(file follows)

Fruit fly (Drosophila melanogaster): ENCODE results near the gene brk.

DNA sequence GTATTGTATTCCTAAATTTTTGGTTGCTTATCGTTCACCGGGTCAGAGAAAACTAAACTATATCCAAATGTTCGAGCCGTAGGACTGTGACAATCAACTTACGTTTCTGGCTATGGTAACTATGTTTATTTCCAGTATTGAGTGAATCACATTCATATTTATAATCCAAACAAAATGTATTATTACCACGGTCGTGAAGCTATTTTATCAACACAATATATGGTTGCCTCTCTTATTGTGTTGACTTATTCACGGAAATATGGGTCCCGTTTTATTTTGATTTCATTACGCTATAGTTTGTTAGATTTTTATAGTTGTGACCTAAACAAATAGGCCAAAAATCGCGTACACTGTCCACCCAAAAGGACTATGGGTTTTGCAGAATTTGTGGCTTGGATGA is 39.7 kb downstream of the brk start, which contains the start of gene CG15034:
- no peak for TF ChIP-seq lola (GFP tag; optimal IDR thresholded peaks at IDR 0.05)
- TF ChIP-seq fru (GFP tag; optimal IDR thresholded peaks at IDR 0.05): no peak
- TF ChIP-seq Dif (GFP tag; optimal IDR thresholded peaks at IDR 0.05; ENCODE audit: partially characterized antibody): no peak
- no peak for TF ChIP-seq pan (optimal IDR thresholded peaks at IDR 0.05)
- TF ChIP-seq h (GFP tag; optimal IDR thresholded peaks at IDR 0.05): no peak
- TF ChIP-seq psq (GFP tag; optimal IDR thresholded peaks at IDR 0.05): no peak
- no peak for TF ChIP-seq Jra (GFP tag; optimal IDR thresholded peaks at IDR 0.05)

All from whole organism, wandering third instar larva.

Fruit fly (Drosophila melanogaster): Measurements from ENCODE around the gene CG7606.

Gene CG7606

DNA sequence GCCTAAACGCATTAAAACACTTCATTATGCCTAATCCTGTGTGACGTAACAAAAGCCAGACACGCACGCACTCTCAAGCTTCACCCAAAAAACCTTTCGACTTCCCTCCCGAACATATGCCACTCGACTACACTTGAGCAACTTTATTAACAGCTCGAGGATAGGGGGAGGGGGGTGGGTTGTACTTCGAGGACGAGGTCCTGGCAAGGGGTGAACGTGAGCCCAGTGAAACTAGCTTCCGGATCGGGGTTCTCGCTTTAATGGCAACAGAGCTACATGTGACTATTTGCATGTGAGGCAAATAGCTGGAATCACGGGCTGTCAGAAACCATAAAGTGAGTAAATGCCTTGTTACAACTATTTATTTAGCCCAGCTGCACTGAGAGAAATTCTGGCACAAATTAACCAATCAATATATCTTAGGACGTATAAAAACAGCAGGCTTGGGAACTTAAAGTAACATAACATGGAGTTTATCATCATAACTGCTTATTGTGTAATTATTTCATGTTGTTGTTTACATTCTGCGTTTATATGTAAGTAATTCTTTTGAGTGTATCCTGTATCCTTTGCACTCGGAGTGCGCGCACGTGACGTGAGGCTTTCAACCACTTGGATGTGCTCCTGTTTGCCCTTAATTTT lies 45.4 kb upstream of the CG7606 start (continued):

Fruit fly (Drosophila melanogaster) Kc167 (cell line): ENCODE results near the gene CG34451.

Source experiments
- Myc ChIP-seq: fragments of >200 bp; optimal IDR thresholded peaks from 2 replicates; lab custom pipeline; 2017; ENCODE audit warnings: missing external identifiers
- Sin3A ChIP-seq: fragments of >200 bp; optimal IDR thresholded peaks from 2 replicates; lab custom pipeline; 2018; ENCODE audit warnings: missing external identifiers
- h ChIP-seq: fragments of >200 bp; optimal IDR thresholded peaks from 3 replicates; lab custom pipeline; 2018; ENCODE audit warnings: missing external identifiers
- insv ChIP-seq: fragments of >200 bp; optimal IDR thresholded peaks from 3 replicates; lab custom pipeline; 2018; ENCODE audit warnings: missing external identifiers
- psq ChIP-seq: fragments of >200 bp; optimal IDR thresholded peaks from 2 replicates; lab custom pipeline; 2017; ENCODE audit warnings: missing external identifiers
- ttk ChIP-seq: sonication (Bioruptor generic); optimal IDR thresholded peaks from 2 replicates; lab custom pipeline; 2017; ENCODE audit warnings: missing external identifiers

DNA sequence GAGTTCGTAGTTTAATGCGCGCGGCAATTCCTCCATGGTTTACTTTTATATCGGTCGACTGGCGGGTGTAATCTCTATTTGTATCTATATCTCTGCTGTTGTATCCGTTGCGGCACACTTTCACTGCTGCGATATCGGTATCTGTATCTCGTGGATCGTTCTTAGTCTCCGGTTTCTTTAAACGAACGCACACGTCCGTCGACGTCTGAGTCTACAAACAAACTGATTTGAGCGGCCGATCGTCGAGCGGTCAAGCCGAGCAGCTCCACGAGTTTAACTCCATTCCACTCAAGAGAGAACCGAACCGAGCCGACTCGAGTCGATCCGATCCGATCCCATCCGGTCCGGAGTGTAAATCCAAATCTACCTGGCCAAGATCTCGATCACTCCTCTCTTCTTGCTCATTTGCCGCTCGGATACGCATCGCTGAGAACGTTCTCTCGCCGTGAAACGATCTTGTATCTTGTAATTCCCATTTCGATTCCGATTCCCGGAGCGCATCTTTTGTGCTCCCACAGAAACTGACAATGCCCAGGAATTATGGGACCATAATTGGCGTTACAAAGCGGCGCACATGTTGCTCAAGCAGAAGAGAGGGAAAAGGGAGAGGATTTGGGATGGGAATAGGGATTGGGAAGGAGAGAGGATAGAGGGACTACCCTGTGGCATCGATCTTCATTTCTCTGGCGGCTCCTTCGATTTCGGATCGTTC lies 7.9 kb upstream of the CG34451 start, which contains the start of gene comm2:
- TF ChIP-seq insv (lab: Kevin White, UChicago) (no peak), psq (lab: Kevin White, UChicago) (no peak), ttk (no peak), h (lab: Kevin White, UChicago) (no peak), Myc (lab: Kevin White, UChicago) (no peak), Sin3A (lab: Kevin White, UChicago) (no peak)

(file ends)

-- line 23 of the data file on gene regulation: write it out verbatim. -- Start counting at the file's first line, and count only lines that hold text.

- TF ChIP-seq insv (lab: Kevin White, UChicago) (no peak), psq (lab: Kevin White, UChicago) (no peak), ttk (no peak), h (lab: Kevin White, UChicago) (no peak), Myc (lab: Kevin White, UChicago) (no peak), Sin3A (lab: Kevin White, UChicago) (no peak)